From “In Lieu Of” to Necessary for Next Generation Operating Efficiencies

Outsourcing Has Come of Age

A relatively new phenomenon, what is commonly referred to as “outsourcing,” has matured and evolved so materially that many of these solutions are now seen as productivity tools for large institutions, rather than just substitutions for emerging managers.

What has happened to cause such a material shift in less than a decade? Among other factors: the maturation of the solutions providers themselves, the evolution of large institutions and their need for more agile and efficient operating footprints, and the Covid-19 pandemic that fundamentally changed how many firms quite literally – worked. These drivers all came alongside not just acceptance from the broader allocator and due diligence community, but a genuine understanding and respect for how these solutions can help optimize a business.

While the transition as not been seamless or overnight, it is clear that the early era of outsourcing has transitioned to a more sophisticated one. Institutions seek more from these providers – and the providers are now able to deliver holistic, next generation solutions that can keep pace with more complex needs. 

It is now an oversimplification to talk about “outsourced” solutions like COO/CFO, compliance, or trading as ones that are in lieu of internal resources. Each of these is increasingly used to create new efficiencies in mature firms, improving workflows, enhancing agility and giving employees more bandwidth. It is more accurate to refer to them as productivity solutions, often being leveraged for firms’ unique needs and business models. They’re now seen explicitly as an extension of an organization’s own capabilities.

As such, we are increasingly seeing more mature firms, with billions in AuM, revisiting their operating footprints and workflows to determine if and how these productivity solutions can enhance profitability. Oftentimes, these solutions can be charged to the fund rather than the management company. And new proposed rules by the SEC specifically highlights potential future ability to charge cybersecurity costs to the fund rather than the management company. 

The benefits to organizations, to employees themselves, to cost structures, and in enhancing agility has put these productivity solutions squarely at the center of many business plans for the coming years. Here we explore the evolution of outsourcing to productivity solutions, examine the benefits and drawbacks of their use by mature, complex organizations, and look ahead to ways the industry could continue to mature and help improve profitability. 

It is our hope The Next Generation of Outsourcing helps drive strategic business discussions about enhancing operating footprints, improving employee productivity and growing profitability. Outsourcing providers have grown by leaps and bounds in the last decade, and given the foundation they have built, it stands to reason they will be a critical part of the alternatives infrastructure in the years to come.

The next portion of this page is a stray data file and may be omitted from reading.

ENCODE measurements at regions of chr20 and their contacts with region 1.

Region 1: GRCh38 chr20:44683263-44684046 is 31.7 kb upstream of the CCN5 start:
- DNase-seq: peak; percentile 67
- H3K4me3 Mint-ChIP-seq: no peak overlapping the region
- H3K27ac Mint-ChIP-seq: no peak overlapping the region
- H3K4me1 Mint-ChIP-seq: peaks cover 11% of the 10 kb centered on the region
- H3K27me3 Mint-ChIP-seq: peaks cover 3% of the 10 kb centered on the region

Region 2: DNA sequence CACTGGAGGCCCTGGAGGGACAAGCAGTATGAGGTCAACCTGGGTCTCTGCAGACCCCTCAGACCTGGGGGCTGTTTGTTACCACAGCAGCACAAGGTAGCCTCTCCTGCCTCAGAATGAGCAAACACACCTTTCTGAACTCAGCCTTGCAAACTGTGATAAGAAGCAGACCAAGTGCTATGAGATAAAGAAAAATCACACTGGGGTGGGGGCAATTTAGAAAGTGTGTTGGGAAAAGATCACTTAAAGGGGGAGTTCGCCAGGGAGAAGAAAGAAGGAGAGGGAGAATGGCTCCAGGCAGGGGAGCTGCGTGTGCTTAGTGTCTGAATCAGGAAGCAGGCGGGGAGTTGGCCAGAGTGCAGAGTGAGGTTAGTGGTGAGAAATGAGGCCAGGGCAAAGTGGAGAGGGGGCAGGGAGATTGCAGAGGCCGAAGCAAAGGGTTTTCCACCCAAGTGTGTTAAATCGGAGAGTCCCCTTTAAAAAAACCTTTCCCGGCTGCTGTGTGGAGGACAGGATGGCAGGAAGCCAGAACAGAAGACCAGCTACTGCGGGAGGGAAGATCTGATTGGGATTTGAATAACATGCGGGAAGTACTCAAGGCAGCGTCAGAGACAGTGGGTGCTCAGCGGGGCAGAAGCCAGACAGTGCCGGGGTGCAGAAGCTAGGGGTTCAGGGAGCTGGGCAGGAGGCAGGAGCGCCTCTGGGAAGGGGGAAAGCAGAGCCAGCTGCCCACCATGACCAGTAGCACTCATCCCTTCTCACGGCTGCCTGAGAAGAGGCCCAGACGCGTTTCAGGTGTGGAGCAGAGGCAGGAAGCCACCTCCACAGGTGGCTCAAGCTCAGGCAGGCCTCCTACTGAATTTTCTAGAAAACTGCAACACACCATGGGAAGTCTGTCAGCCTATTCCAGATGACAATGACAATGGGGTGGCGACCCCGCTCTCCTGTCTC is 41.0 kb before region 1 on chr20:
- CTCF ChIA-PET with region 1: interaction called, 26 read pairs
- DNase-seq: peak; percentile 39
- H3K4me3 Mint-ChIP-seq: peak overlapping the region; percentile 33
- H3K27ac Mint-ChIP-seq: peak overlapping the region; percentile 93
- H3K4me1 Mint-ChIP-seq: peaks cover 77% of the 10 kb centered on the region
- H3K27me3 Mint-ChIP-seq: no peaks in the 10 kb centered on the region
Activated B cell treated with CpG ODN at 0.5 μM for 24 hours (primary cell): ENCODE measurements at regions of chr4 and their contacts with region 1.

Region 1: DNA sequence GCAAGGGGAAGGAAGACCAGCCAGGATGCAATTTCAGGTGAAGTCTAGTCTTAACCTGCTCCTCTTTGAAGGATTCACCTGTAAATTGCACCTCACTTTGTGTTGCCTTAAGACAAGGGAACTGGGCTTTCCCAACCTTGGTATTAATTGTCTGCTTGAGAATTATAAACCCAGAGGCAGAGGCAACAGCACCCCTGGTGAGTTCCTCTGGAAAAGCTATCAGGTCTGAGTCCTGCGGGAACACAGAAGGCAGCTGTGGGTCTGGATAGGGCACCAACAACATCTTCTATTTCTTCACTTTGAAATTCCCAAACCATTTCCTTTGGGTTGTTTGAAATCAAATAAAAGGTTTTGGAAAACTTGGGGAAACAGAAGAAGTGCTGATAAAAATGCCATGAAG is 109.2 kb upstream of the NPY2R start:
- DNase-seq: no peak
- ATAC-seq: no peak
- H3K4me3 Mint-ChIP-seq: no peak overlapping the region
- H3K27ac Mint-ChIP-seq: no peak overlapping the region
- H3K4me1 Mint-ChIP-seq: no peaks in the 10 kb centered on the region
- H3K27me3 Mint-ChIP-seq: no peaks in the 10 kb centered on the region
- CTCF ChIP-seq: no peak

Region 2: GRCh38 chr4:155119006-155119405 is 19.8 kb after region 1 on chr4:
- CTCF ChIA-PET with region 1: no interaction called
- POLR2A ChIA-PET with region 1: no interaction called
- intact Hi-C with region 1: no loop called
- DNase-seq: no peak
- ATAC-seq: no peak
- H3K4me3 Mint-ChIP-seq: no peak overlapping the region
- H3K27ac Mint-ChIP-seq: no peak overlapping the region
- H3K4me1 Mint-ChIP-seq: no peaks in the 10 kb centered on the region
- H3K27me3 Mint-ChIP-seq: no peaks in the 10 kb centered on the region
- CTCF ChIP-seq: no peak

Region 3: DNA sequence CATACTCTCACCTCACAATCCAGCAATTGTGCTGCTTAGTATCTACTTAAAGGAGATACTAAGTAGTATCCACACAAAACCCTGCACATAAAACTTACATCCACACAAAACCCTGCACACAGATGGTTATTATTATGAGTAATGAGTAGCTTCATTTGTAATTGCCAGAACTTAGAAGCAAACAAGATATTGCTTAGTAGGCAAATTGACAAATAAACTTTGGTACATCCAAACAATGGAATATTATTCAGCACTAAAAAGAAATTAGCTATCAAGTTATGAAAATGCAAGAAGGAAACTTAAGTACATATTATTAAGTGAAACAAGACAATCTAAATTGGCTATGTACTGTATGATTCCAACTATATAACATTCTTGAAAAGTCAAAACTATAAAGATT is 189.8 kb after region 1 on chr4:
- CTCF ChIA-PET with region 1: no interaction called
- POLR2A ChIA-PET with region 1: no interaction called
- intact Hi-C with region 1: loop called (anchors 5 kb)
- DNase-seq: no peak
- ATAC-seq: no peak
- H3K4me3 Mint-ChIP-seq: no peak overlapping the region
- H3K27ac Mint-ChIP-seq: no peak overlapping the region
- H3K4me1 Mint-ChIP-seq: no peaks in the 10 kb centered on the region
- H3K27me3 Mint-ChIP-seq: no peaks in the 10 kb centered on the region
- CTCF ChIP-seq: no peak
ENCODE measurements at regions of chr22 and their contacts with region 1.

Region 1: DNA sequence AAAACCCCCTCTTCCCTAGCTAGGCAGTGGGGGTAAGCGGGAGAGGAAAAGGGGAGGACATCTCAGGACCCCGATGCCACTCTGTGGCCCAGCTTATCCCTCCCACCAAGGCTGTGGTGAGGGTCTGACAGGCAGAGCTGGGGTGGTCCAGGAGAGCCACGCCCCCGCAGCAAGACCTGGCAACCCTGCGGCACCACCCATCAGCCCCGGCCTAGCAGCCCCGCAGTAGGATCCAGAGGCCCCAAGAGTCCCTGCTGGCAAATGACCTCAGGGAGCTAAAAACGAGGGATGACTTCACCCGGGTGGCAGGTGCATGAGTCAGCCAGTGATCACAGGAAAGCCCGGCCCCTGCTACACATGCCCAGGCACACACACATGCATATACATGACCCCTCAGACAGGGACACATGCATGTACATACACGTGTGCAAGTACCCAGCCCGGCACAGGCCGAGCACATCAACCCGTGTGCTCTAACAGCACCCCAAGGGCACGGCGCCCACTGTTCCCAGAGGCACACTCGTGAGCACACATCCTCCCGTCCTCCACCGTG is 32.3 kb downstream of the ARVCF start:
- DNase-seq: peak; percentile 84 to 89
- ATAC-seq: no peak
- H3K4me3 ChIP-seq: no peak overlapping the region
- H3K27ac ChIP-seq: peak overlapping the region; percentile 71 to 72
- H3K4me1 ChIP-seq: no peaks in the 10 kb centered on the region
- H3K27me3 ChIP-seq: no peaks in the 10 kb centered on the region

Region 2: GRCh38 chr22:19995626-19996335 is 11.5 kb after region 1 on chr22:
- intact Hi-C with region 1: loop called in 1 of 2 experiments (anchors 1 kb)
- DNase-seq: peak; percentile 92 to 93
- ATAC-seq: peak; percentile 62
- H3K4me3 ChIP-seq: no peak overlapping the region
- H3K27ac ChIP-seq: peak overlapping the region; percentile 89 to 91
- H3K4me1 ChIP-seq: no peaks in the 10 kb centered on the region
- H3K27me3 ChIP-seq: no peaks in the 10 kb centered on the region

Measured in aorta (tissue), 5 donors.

Shannon Murphy
Head of Strategic Content
[email protected]

Paul Covello
Head of Outsourced Trading
[email protected]

Leor Shapiro
Head of Capital Intelligence
[email protected]

Barsam Lakani
Head of Sales for Prime Services
[email protected]

That Seemed to Happen Fast

The Rapid Evolution of Outsourcing to Productivity Solutions

In the early days of building outsourcing solutions, they were often pitched as “in lieu of” products to emerging managers who wanted to maintain maximum operating efficiencies while in the early days of launching their funds.  For example, emerging managers increasingly could see the value proposition in leveraging an external COO/CFO to maintain flexibility in hiring until they were later in operation, which oftentimes lowered operating costs while allowing the founder to focus on managing the book. Outsourced traders were also used largely by earlier stage and emerging managers for similar reasons. 

Now, across COO/CFO, compliance, and trading solutions, we see far larger, more mature and more complex organizations using all types of productivity solutions to improve their operating efficiencies in addition to the emerging manager community.


Outsourced COO/CFO

– Early audience was smaller/emerging manager group

– Less pressure to hire internal role pre Day 1

– No economics at stake

– Seasoned professionals at different expense base

– Typically was in lieu of internal dedicated resource

– Productivity tool for large, mature firms that have grown layered over time

– Now used to seek efficiencies with complementary external solutions

– Can create bandwidth for internal headcount in accounting, operations or controller groups

– Customized solutions depending on size, scale and strategy of organization

– Works with firm’s COO and/or CFO to drive efficiencies 

Outsourced CCO

– Often assisted internal Chief Compliance Officer (CCO), who wore multiple hats

– Helped with documentation, DDQ and other early stage compliance response

– Efficient way to stay ahead of regulatory and reporting requirements for funds 

– Assists with staying on top of cross border and multi-jurisdictional changes in regulation

– One corner of consensus is that regulatory regimes will not get less onerous in the coming years and firms are planning accordingly

Outsourced Trading

– Early use for an in lieu of in house trader

– Additional source of color and information flow

– Can assist with global trading hours across time zones

– More common part of a firm’s business continuity planning

– Works with internal trading team 

– Extension of firm’s trading team to back up traders who are sick, on vacation or are unable to trade certain markets

– Additional source of color and information flow, especially in volatile markets 

Firm Evolution and Changes in Productivity Solutions